It is crucial for educators to make word recognition activities meaningful to students (Allor et al., 2009). The reading specialist working with Jade used individual words in the decodable texts to reinforce word recognition. The words/sentences from the book were written on sentence strips and then cut apart. Jade would be asked to read the words one at a time in the correct order in the sentence, out of order, and in isolation.
After this activity, Jade would read the corresponding decodable book. For example, Jade was taught to read words in isolation (the, fat, cat, sat, on, the, mat), in context (The fat cat sat on the mat) and out of order (the mat sat fat on the cat). Initially, Jade had no concept that the sentence “The mat sat fat on the cat” did not make sense. This was an activity that was introduced to Jade much later in her instruction and revisited often. Once she understood it, she had fun moving the words around and saying them in a mixed-up order.
Fluency. Fluency is the speed at which students recognize whole words (Allor et al., 2009). When working on fluency, students can be encouraged to read the fast way, they can read in unison with the teacher, and/or repeatedly read the text. Jade continues to work on both decoding and fluency. Prepositions such as “for” and “to” are not part of Jade’s expressive vocabulary. Therefore, she has had difficulty reading these words and this impacts her fluency.
Comprehension. Comprehension is the ability to make meaning of the text (Allor, et al., 2009). The goal of reading is to make sense of the text and to understand the meaning. Jade worked hard at decoding the text and, as a result, her comprehension of the story was impacted. Acting out the story with props became a meaningful activity for her. This helped her to understand the story, evidenced through her retelling of it.
It can be challenging to teach students with ID to read. Historically, the focus of their reading program has been on memorizing words. In 2015, Jade’s neuropsychologist recommended that due to her slow learning progress, she would benefit from a reading program that taught simple sight words. There was no mention of phonemic awareness in the report. Also, the report stated that Jade’s language comprehension was an area of weakness, which suggested a significant language disability consistent with a cognitive disability rather than just her English Language Learner status.
The Dynamic Indicators of Basic Early Literacy Skills (DIBELS) and anecdotal records were used to track Jade’s progress. Due to Jade’s inconsistent progress, observation was instrumental in this tracking effort. Three months after working with the reading specialist, Jade was able to look at a cvc word, say the sounds, and fluently blend them into a word. Four months after working with the reading specialist, Jade self-corrected for the first time when reading. She was reading a book with the word “Dad” in it and she read “Dan.” She immediately self-corrected and said, “Dad.” Five months after beginning work with the reading specialist, Jade consistently used the finger-tapping method when decoding unknown words. She didn’t have to be reminded to use it.
Six months into her instruction, when reading an easy reader Jade came across a word that she did not know, realized she didn’t know it, and asked, “What does ‘huff’ mean?” The reading specialist acted out the word “huff.” She also helped Jade make a connection between the word “huff” and the story The Three Little Pigs. Jade had recently done a book study on this story. From then on, when Jade read the word “huff,’ she would pause and say, “Huff and puff and blow your house in.”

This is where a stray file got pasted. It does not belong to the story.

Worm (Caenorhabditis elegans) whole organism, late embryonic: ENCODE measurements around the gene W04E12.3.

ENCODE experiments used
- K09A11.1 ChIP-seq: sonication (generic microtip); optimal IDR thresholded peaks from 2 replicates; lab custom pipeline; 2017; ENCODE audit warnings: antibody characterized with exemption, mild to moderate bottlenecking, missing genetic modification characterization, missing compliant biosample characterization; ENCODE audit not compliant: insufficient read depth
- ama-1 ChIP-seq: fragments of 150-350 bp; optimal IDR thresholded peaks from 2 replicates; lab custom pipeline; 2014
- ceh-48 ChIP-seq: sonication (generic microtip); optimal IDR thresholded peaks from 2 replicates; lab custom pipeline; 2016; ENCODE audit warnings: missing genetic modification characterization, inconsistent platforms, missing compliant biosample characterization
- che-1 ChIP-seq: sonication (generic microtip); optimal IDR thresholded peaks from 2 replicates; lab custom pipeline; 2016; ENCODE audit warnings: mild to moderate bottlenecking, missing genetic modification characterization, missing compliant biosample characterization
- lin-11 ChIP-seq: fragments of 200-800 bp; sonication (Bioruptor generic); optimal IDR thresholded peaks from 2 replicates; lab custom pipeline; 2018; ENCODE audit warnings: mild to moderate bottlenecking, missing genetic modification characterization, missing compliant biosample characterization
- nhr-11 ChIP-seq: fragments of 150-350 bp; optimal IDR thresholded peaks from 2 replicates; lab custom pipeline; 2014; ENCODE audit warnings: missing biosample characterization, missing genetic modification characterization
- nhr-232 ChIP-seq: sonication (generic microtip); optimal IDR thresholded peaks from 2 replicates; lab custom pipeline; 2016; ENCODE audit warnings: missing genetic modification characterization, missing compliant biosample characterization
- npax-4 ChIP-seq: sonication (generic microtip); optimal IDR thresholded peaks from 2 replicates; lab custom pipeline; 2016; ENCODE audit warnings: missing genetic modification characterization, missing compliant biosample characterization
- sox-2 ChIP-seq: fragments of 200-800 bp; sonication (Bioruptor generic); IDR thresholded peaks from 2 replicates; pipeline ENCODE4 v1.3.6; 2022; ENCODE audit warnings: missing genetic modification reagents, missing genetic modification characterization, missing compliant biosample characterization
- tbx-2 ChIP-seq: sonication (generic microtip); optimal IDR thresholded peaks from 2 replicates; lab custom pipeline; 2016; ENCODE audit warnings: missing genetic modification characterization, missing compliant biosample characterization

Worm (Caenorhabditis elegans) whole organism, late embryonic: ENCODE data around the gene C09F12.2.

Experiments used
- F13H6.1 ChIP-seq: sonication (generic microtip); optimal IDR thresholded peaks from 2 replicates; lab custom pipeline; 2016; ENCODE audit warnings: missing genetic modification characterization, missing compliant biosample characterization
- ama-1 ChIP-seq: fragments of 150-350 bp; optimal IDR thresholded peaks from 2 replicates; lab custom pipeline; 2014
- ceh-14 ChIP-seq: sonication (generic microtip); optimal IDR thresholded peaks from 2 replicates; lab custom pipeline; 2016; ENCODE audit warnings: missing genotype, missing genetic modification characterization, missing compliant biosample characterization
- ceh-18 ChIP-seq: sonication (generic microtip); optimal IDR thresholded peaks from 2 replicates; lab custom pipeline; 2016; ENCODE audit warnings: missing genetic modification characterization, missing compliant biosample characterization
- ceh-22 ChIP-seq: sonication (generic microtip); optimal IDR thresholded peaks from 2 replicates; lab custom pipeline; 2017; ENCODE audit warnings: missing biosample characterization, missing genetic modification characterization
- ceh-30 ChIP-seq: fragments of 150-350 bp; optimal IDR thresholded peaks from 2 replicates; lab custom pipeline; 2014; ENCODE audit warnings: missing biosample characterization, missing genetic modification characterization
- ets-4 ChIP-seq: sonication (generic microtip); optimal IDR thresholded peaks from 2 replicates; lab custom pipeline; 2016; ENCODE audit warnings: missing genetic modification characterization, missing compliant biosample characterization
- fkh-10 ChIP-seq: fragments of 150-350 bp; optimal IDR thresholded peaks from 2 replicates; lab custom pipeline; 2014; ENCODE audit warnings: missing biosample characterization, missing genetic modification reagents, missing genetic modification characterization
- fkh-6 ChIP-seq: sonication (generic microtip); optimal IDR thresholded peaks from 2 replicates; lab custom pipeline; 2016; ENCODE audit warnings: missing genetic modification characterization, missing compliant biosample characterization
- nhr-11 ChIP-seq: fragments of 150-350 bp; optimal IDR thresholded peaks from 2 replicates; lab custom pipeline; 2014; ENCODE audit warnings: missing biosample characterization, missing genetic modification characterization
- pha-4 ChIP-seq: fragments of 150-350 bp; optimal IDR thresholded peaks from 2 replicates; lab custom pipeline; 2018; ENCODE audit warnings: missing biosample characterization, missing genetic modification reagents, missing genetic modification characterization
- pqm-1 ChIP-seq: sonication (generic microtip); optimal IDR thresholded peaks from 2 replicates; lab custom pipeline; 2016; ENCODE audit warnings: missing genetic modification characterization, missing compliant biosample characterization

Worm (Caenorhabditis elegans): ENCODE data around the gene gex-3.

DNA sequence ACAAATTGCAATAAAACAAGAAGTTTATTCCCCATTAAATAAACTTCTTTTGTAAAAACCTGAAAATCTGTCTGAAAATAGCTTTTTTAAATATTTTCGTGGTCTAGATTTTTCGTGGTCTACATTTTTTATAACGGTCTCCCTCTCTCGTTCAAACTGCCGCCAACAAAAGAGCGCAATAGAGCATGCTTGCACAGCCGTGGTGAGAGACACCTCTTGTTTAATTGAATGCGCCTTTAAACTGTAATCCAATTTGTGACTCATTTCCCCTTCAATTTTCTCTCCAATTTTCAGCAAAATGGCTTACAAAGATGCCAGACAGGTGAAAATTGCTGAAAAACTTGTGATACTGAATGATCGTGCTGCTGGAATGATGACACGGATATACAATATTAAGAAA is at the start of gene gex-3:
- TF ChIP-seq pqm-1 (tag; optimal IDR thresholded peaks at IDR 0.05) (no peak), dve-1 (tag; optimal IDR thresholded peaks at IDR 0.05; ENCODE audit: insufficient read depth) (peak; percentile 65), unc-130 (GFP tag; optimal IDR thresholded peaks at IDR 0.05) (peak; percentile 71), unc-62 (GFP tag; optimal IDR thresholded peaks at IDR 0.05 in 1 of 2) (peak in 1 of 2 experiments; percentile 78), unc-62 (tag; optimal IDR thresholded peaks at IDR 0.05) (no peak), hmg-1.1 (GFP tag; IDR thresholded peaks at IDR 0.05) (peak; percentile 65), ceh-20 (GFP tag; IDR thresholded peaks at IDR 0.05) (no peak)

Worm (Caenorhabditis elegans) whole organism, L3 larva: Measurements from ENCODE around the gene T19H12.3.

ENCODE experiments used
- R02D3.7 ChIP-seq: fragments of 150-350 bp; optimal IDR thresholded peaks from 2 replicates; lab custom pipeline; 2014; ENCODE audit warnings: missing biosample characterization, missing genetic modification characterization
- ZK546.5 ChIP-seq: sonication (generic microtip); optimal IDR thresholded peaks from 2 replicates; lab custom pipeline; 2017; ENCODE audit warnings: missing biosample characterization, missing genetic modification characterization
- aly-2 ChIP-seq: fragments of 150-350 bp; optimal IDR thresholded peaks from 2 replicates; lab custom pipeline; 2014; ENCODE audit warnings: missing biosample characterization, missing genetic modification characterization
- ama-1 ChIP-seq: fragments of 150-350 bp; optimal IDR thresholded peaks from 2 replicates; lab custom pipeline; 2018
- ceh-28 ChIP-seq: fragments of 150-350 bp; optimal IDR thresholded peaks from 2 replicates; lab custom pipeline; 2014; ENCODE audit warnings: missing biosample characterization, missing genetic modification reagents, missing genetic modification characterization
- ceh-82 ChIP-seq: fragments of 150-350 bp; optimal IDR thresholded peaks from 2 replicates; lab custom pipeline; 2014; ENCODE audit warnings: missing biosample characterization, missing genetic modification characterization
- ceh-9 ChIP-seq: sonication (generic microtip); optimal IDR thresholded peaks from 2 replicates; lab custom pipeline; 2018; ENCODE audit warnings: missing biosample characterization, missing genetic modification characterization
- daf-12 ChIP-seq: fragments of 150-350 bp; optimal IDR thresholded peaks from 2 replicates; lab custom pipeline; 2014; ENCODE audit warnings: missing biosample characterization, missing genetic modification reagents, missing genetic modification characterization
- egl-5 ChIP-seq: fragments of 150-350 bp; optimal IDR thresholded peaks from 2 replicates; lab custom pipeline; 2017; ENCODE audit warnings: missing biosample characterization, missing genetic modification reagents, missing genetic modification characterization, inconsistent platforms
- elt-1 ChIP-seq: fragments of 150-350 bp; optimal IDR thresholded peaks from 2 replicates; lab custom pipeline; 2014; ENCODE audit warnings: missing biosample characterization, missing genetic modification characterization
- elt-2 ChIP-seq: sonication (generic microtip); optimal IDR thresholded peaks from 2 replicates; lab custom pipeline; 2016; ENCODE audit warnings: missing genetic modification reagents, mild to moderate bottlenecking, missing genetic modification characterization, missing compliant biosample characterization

Jade was taught phonemic awareness carefully and explicitly based on the research of Allor et al. (2009). She made significant growth in her ability to blend and segment words. She also learned and used strategies for decoding. Jade has made progress and there is no reason to believe that she will not continue to learn to read more difficult text. These findings are based on one student and the monitoring of a short duration of time. However, it is clear, based on recent research, that this student with ID did benefit from phonemic awareness instruction and that it is helping her learn to read.
Karen Deighan is a Reading Specialist and Adjunct Professor at Plymouth State University in Plymouth, New Hampshire.
Adams, M. J. (1990). Beginning to read: Thinking and learning about print. Cambridge, MA: The MIT Press.
Allor, J. H., Mathes, P. G., Champlin, T., & Cheatham, J. P. (2009). Researched-based techniques for teaching early reading skills to students with intellectual disabilities. Education and Training in Developmental Disabilities, 44(3), 356–366.
Allor, J. H., Mathes, P. G., Roberts, J. K., Cheatham, J. P., & Otaiba, S. A. (2014). Is scientifically based reading instruction effective for students with below-average IQs? Exceptional Children, 80(3), 287–306.
Barker, R., M., Sevcik, R. A., Morris, R. D., & Romski, M. (2013). A model of phonological processing, language, and reading for students with mild intellectual disability. American Journal on Intellectual and Development Disabilities, 118(5), 365–380.
Gabig, C. S. (2010). Phonological awareness and word recognition in reading by children with autism. Communication Disorders Quarterly, 31(2), 67–85.
National Reading Panel. (2000). Teaching children to read: An evidence-based assessment of the scientific research literature on reading and its implications for reading instruction. Washington, DC: U.S. Government Printing Office.
Uhry, J. K., & Shepherd, M. J. (1993). Segmentation/spelling instruction as part of a first-grade reading program: Effects on several measures of reading. Reading Research Quarterly, 28(3), 218–233.